People evacuated buildings at 17th and DeSales streets NW after the 5.8 temblor shook the region.
The U.S. Geological Survey is reporting a 5.8 magnitude earthquake that hit about 100 miles south of Washington D.C. at 1:51 p.m. and was felt as far north as Boston, according to the Associated Press.
The U.S. Geological Survey reported an aftershock at 2:43 p.m., a magnitude 2.8 event roughly five miles from Mineral, Va., which was the center of the first earthquake.
Buildings throughout D.C. were evacuated on an ad hoc basis, including the Pentagon, the Capitol building and the State Department.
The quake lasted about 30 to 40 seconds, according to a report from NBC4. It's one of the largest to ever hit the region; the USGS has an earthquake on record in Virginia from 1897 that registered 5.9 on the Richter scale.
Operations at area airports were briefly affected: 34 flights were delayed at Ronald Reagan National Airport for nearly an hour, but operations had resumed to normal by 3 p.m.
Authorities were scrambling to ensure that nothing had happened to any of the aircraft when the quake hit, according to WAMU's Armando Trull.
Metro trains were running at 15 mph after the quake, but Metro officials told WAMU transportation reporter Jim Hilgen that there was no damage to any of the Metro lines.
The Maryland Transportation Authority suspended MARC commuter train service at about 3:30 p.m., but reinstated service a short while later. Union Station in downtown D.C. closed briefly after the earthquake, but reopened just before 3:30 p.m. Virginia commuter trains were also suspended but reinstated a short time later.
Amtrak trains are still delayed up and down the East Coast as officials continue checking trains and tracks between Washington and Baltimore.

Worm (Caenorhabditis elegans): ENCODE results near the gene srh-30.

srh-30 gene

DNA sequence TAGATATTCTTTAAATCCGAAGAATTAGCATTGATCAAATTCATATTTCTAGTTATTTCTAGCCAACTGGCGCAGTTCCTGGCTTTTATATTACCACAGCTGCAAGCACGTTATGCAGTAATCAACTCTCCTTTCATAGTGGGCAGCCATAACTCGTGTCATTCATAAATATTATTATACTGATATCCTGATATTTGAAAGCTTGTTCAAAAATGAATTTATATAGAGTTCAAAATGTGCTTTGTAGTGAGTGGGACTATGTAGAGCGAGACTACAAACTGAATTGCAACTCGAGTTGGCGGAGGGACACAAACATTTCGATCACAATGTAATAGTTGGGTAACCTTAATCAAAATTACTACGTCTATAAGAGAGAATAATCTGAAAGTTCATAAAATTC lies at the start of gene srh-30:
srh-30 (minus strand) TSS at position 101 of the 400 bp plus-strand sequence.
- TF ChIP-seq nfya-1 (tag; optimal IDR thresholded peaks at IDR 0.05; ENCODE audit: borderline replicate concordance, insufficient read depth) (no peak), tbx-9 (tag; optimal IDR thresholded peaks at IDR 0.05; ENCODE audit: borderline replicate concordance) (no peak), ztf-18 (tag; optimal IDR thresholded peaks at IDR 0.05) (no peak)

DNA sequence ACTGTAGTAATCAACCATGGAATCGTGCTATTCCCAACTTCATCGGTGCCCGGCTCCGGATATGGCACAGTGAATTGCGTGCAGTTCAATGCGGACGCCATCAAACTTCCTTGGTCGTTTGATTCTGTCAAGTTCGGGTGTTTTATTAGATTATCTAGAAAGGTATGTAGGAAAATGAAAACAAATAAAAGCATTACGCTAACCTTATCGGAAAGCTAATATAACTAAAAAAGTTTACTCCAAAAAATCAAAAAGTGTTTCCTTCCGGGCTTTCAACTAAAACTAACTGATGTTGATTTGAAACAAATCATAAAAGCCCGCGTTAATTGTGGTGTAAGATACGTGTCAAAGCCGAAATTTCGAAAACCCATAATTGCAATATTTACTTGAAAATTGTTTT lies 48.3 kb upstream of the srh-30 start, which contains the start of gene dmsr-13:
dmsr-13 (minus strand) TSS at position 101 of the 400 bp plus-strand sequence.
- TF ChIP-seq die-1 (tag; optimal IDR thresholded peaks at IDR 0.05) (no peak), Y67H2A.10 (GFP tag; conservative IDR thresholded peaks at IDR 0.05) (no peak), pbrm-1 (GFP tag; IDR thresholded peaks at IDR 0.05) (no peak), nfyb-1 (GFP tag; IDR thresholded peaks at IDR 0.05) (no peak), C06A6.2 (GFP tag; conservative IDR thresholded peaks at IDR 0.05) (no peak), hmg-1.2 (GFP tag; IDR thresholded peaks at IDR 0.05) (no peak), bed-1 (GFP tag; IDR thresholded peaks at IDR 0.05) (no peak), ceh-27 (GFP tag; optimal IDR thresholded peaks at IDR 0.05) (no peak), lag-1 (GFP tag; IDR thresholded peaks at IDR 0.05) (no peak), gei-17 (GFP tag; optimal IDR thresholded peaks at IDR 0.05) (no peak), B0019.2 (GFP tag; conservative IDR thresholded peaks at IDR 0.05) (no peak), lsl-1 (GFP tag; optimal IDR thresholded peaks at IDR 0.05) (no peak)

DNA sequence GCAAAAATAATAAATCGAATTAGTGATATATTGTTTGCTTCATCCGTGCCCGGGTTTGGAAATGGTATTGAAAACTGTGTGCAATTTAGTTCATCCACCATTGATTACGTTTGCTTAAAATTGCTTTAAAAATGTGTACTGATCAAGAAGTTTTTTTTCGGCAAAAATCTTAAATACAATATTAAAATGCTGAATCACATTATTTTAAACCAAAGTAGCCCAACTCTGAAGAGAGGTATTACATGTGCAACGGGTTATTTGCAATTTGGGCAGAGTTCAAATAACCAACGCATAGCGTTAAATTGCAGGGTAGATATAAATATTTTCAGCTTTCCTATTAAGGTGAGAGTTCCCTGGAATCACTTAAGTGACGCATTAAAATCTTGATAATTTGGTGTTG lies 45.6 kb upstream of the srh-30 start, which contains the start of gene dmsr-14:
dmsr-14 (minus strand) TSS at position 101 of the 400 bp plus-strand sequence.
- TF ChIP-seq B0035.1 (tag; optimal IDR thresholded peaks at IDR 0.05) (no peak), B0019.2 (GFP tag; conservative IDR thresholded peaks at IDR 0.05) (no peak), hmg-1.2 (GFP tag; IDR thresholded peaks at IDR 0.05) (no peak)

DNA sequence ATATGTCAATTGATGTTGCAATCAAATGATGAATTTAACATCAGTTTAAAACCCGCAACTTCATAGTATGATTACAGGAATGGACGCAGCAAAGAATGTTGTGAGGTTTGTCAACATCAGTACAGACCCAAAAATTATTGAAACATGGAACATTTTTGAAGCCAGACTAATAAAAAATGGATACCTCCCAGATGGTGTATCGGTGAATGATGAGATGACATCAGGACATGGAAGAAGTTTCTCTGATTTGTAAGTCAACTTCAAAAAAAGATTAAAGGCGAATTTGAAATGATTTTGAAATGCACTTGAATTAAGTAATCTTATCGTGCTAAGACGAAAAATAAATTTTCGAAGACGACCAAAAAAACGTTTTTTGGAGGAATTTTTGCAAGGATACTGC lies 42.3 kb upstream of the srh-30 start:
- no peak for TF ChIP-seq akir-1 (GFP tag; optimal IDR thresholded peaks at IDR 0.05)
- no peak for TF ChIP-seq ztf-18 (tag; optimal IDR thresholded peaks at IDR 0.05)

Effects on Virginia nuclear facility, buildings
There are various reports of building damage throughout the area, including at the National Cathedral. A cathedral spokesperson confirmed to the Washington Business Journal that three pinnacles on the central tower have broken off.
D.C. Fire and EMS spokesman Pete Piringer told the Associated Press that numerous other buildings have been damaged, including the Ecuadorian embassy and a handful of schools. Piringer says all city fire trucks and ambulances have been deployed. Those that aren't responding to calls are driving around and looking for structural damage, injured people and other emergencies, he tells AP.
In Virginia, two reactors at the North Anna Nuclear Power Station in Louisa County, Va. shut off automatically after the earthquake. The plant is located less than 10 miles from the epicenter of the earthquake.
The plant, owned by Dominion Virginia Power, is being run off four emergency diesel generators supplying power for critical safety equipment.
Nuclear Regulatory Commission spokesman Roger Hannah tells the Associated Press the agency was not immediately aware of any damage at nuclear power plants in the southeast. The NRC and Dominion are sending people to inspect the site.
Smithsonian closes buildings as gridlock backs up
The Smithsonian closed all its buildings after the earthquake, noting that the main concern among its facilities is the Smithsonian Castle, according to the Associated Press.
There are some minor cracks and broken glass in the castle, Smithsonian Secretary Wayne Clough tells the AP. The gothic, red-brick castle was built in 1857.
The Smithsonian closures include the National Zoo.
During and after the earthquake, people used social media to post news updates. Here is a sampling of social media updates.
A video was released this week where female sports journalists were read abusive online comments to their face. It's an issue that reaches far beyond that group, and The Guardian is taking it on in a series called "The Web We Want." NPR's Audie Cornish speaks with series editor Becky Gardiner and writer Nesrine Malik, who receives a lot of online abuse.
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